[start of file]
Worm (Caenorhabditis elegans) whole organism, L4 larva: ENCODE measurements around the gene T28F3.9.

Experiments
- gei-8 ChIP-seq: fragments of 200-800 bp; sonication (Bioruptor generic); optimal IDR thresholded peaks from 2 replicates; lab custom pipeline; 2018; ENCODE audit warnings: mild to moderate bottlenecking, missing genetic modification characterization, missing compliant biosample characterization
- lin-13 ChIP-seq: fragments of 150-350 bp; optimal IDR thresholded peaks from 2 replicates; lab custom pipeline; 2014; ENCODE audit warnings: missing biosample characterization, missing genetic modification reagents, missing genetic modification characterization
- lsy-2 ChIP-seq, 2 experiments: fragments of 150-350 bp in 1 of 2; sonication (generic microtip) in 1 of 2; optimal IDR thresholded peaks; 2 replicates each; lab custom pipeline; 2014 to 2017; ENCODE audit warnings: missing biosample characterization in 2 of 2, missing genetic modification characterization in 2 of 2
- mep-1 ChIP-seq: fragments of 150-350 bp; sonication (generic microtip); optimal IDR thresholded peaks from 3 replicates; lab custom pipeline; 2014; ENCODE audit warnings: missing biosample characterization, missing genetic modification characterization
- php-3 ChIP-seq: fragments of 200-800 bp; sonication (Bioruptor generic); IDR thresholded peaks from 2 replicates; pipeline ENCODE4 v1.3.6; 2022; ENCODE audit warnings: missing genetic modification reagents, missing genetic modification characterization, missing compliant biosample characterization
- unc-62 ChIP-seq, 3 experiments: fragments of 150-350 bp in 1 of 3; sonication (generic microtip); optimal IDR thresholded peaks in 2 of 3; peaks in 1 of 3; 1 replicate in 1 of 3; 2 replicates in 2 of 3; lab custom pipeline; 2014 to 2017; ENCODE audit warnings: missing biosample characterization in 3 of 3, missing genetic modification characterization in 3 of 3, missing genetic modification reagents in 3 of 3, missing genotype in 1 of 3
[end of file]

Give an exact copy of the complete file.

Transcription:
Worm (Caenorhabditis elegans) whole organism, L4 larva: ENCODE measurements around the gene T28F3.9.

Experiments
- gei-8 ChIP-seq: fragments of 200-800 bp; sonication (Bioruptor generic); optimal IDR thresholded peaks from 2 replicates; lab custom pipeline; 2018; ENCODE audit warnings: mild to moderate bottlenecking, missing genetic modification characterization, missing compliant biosample characterization
- lin-13 ChIP-seq: fragments of 150-350 bp; optimal IDR thresholded peaks from 2 replicates; lab custom pipeline; 2014; ENCODE audit warnings: missing biosample characterization, missing genetic modification reagents, missing genetic modification characterization
- lsy-2 ChIP-seq, 2 experiments: fragments of 150-350 bp in 1 of 2; sonication (generic microtip) in 1 of 2; optimal IDR thresholded peaks; 2 replicates each; lab custom pipeline; 2014 to 2017; ENCODE audit warnings: missing biosample characterization in 2 of 2, missing genetic modification characterization in 2 of 2
- mep-1 ChIP-seq: fragments of 150-350 bp; sonication (generic microtip); optimal IDR thresholded peaks from 3 replicates; lab custom pipeline; 2014; ENCODE audit warnings: missing biosample characterization, missing genetic modification characterization
- php-3 ChIP-seq: fragments of 200-800 bp; sonication (Bioruptor generic); IDR thresholded peaks from 2 replicates; pipeline ENCODE4 v1.3.6; 2022; ENCODE audit warnings: missing genetic modification reagents, missing genetic modification characterization, missing compliant biosample characterization
- unc-62 ChIP-seq, 3 experiments: fragments of 150-350 bp in 1 of 3; sonication (generic microtip); optimal IDR thresholded peaks in 2 of 3; peaks in 1 of 3; 1 replicate in 1 of 3; 2 replicates in 2 of 3; lab custom pipeline; 2014 to 2017; ENCODE audit warnings: missing biosample characterization in 3 of 3, missing genetic modification characterization in 3 of 3, missing genetic modification reagents in 3 of 3, missing genotype in 1 of 3